TACLOBAN CITY, Philippines — Efforts to help survivors of Typhoon Haiyan in the Philippines ramped up even as the government admitted Friday that the pace was still slow, a week after the storm left thousands dead and nearly 2 million homeless.

Interior Secretary Mar Roxas said in Tacloban City, capital of the worst-hit Leyte province, that trucks carrying supplies had reached 30 out of 40 towns in the province.

Workers with chainsaws cut up toppled trees around the city hall while trucks hauled away bodies and debris. The clearing operations went on through the night by portable spotlight.

“Our relief effort is progressing, although it’s still at a slow pace,” Roxas told reporters. “Every day is better than yesterday. There is nothing fast enough in a situation like this because so many were affected and infrastructure damaged.”

More trucks, relief supplies and workers were on their way to other affected areas, where residents have complained that relief has been slow.

“Everybody’s pushing, faster, faster, faster,” deputy presidential spokeswoman Abigail Valte said in Manila. “We need to provide support for about 1.357 million people, and that means putting out 140,000 food packs every day.”

She called for more volunteers to help pack goods in Manila and other staging areas, such as the nearby province of Cebu.

U.S. soldiers helped distribute relief supplies to survivors desperate for food and water. Long queues to receive supplies formed outside Tacloban’s city hall and in nearby villages.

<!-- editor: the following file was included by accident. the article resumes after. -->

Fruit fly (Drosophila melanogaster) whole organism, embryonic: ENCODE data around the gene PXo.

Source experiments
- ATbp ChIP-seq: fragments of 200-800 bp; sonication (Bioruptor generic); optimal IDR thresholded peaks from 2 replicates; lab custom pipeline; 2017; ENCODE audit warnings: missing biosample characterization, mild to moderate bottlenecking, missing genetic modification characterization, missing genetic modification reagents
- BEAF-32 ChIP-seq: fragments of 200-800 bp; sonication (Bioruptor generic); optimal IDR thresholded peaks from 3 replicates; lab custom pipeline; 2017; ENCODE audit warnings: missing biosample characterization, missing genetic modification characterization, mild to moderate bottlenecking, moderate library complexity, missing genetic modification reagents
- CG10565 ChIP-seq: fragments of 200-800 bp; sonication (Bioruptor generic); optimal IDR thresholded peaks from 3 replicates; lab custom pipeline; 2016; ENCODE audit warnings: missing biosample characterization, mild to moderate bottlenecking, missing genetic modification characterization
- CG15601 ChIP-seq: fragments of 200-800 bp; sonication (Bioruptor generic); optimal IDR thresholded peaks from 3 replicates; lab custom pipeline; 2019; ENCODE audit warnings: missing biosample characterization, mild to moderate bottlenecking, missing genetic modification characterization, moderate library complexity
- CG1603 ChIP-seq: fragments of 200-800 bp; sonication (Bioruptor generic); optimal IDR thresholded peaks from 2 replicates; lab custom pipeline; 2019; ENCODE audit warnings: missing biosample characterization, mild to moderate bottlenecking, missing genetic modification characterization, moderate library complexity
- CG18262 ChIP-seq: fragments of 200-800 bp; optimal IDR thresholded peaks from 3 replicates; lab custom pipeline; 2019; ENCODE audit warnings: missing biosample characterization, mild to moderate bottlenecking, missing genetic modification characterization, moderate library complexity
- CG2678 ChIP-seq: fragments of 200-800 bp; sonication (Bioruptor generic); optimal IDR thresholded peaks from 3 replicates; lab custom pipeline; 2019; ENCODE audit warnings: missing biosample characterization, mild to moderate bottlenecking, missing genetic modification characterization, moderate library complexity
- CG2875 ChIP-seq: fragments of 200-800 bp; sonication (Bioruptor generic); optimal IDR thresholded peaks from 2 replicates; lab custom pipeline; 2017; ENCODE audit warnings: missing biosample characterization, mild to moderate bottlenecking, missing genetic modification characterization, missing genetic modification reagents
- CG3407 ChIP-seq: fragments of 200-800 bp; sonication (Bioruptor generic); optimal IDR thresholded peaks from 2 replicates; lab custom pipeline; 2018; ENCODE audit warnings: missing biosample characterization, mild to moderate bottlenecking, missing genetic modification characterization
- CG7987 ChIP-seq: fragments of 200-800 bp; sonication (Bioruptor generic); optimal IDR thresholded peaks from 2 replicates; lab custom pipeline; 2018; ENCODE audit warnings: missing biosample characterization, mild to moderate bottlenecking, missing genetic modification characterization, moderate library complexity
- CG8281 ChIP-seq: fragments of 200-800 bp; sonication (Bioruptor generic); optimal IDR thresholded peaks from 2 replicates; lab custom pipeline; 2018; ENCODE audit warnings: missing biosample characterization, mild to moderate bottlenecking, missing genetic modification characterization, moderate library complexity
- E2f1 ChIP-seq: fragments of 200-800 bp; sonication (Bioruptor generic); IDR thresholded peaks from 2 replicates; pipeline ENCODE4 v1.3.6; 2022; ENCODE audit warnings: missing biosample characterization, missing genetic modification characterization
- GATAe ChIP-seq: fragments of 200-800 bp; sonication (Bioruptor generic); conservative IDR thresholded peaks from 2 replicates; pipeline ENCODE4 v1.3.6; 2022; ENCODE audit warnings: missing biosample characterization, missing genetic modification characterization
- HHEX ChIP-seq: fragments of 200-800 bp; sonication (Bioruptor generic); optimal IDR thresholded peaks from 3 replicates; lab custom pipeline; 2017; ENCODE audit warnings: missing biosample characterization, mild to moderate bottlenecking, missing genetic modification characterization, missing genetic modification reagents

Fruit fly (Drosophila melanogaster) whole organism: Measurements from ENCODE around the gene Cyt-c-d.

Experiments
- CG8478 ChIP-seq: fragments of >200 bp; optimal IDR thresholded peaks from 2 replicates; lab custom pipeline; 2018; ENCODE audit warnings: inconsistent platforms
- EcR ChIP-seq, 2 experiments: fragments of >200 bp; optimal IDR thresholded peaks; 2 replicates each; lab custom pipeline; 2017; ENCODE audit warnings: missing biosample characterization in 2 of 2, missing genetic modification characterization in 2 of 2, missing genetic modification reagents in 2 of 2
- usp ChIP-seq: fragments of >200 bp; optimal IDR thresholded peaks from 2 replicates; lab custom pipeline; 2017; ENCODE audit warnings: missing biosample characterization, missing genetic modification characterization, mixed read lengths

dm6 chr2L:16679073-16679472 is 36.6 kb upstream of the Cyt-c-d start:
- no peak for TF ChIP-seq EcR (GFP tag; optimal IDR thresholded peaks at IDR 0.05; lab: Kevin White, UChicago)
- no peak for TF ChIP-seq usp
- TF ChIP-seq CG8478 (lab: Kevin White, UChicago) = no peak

Residents, hopeful they could rebuild, started cleaning whatever was left of their houses after a tsunami-like storm surge smashed into Tacloban.

“I grew up here, so it’s difficult to just leave,” said businessman Roger Camtos, 36, cleaning the grills on the windows of his parents’ two-story house.

The roof was torn off, with only the facade left standing. “We will slowly rebuild this house so we can still come home here,” he said.

The death toll in the disaster remains unclear, with the government putting the count at 3,621, while the United Nations earlier reported that Haiyan had killed 4,460 people. At least 1,140 people were listed as missing.

Eduardo del Rosario, head of the national disaster relief agency, said the government was slow in tallying because of the need to validate all figures reported by local officials.

He noted that, in one of the affected areas, the agency’s checks showed the initial figure provided was twice the actual number.

“If ever (the death toll) goes up, I hope it will be very slight,” del Rosario said.

The U.N. clarified Friday that the actual death toll from Typhoon Haiyan in the Philippines was at about 3,600.

John Ging, director of the operational division at the U.N. Office for the Coordination of Humanitarian Affairs, said Thursday’s figure of 4,460 was an estimate released by the Philippine government, while the number of verified dead was currently 3,600.

Damage and production losses from the disaster, estimated at $674 million, were expected to dampen the country’s economic growth in 2013, according to the National Economic and Development Authority.

Assistance from dozens of international donors has reached nearly $150 million, the government said. President Benigno Aquino has ordered an accounting of all foreign aid to deter the corruption and waste seen after past disasters.

Thousands of survivors have fled to Manila or nearby provinces from the areas laid waste by the storm.